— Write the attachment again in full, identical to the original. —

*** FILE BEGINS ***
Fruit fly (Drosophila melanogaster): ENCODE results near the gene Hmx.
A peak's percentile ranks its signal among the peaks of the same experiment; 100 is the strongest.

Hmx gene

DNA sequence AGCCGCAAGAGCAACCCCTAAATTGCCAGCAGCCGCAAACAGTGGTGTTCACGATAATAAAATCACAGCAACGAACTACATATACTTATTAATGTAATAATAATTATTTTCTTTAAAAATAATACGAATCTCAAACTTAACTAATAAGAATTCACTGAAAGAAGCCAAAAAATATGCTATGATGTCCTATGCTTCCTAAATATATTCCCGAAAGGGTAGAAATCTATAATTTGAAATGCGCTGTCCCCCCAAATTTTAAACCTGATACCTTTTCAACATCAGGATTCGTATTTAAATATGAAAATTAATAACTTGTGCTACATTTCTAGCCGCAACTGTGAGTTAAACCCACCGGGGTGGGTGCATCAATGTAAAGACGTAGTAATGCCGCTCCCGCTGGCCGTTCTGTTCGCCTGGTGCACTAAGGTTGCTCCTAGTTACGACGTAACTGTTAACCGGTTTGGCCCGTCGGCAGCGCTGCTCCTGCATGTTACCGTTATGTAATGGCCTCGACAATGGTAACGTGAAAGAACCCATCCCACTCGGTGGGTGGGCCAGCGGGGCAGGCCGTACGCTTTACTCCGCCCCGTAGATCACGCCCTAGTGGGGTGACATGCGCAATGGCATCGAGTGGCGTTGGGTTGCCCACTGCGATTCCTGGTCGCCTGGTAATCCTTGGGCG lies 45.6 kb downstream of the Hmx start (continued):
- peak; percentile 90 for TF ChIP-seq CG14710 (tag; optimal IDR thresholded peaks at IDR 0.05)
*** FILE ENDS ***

Fruit fly (Drosophila melanogaster): ENCODE results near the gene Hmx.
A peak's percentile ranks its signal among the peaks of the same experiment; 100 is the strongest.

Hmx gene

DNA sequence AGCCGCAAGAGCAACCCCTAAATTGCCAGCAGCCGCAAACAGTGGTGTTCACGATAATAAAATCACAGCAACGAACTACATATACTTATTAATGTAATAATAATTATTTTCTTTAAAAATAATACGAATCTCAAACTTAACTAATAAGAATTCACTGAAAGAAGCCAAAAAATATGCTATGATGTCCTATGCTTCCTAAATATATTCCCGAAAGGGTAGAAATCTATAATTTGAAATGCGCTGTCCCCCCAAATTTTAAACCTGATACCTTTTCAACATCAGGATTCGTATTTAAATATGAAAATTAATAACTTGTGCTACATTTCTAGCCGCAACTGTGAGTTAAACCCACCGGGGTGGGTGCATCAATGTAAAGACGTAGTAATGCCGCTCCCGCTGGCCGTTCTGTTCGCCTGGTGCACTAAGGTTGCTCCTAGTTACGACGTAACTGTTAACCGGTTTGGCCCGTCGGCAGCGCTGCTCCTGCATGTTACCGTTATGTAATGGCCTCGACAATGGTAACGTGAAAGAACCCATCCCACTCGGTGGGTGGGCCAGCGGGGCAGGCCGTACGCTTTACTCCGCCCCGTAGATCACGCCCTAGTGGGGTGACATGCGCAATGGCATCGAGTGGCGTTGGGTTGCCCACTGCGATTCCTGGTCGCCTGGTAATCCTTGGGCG lies 45.6 kb downstream of the Hmx start (continued):
- peak; percentile 90 for TF ChIP-seq CG14710 (tag; optimal IDR thresholded peaks at IDR 0.05)